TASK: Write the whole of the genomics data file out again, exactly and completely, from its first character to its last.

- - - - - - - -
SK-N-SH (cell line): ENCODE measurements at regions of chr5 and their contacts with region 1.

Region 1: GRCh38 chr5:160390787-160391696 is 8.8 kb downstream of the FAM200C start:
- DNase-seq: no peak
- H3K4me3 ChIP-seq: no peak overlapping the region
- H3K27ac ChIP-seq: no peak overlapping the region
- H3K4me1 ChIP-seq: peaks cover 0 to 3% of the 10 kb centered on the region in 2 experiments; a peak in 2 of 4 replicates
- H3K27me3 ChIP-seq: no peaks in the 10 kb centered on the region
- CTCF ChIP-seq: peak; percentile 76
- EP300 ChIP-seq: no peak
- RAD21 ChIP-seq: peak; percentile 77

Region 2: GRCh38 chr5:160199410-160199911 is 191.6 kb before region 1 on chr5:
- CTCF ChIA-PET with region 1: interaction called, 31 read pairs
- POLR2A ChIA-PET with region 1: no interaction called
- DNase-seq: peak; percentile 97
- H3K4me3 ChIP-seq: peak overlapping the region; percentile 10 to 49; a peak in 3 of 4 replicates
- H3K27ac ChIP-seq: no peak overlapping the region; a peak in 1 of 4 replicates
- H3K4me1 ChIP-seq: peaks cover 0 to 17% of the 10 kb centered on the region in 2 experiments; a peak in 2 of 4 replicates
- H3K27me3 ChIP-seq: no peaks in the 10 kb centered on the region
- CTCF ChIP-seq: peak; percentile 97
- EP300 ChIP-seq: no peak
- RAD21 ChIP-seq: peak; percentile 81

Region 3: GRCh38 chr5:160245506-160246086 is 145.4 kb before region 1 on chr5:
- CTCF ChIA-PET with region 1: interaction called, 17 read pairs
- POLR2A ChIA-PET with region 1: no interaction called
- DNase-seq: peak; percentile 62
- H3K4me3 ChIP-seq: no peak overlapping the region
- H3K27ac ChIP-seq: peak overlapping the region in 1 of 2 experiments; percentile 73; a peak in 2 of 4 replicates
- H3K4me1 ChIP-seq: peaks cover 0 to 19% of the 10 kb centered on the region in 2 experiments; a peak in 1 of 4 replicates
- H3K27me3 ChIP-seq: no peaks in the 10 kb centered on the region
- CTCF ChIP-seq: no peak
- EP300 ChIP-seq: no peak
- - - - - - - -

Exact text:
SK-N-SH (cell line): ENCODE measurements at regions of chr5 and their contacts with region 1.

Region 1: GRCh38 chr5:160390787-160391696 is 8.8 kb downstream of the FAM200C start:
- DNase-seq: no peak
- H3K4me3 ChIP-seq: no peak overlapping the region
- H3K27ac ChIP-seq: no peak overlapping the region
- H3K4me1 ChIP-seq: peaks cover 0 to 3% of the 10 kb centered on the region in 2 experiments; a peak in 2 of 4 replicates
- H3K27me3 ChIP-seq: no peaks in the 10 kb centered on the region
- CTCF ChIP-seq: peak; percentile 76
- EP300 ChIP-seq: no peak
- RAD21 ChIP-seq: peak; percentile 77

Region 2: GRCh38 chr5:160199410-160199911 is 191.6 kb before region 1 on chr5:
- CTCF ChIA-PET with region 1: interaction called, 31 read pairs
- POLR2A ChIA-PET with region 1: no interaction called
- DNase-seq: peak; percentile 97
- H3K4me3 ChIP-seq: peak overlapping the region; percentile 10 to 49; a peak in 3 of 4 replicates
- H3K27ac ChIP-seq: no peak overlapping the region; a peak in 1 of 4 replicates
- H3K4me1 ChIP-seq: peaks cover 0 to 17% of the 10 kb centered on the region in 2 experiments; a peak in 2 of 4 replicates
- H3K27me3 ChIP-seq: no peaks in the 10 kb centered on the region
- CTCF ChIP-seq: peak; percentile 97
- EP300 ChIP-seq: no peak
- RAD21 ChIP-seq: peak; percentile 81

Region 3: GRCh38 chr5:160245506-160246086 is 145.4 kb before region 1 on chr5:
- CTCF ChIA-PET with region 1: interaction called, 17 read pairs
- POLR2A ChIA-PET with region 1: no interaction called
- DNase-seq: peak; percentile 62
- H3K4me3 ChIP-seq: no peak overlapping the region
- H3K27ac ChIP-seq: peak overlapping the region in 1 of 2 experiments; percentile 73; a peak in 2 of 4 replicates
- H3K4me1 ChIP-seq: peaks cover 0 to 19% of the 10 kb centered on the region in 2 experiments; a peak in 1 of 4 replicates
- H3K27me3 ChIP-seq: no peaks in the 10 kb centered on the region
- CTCF ChIP-seq: no peak
- EP300 ChIP-seq: no peak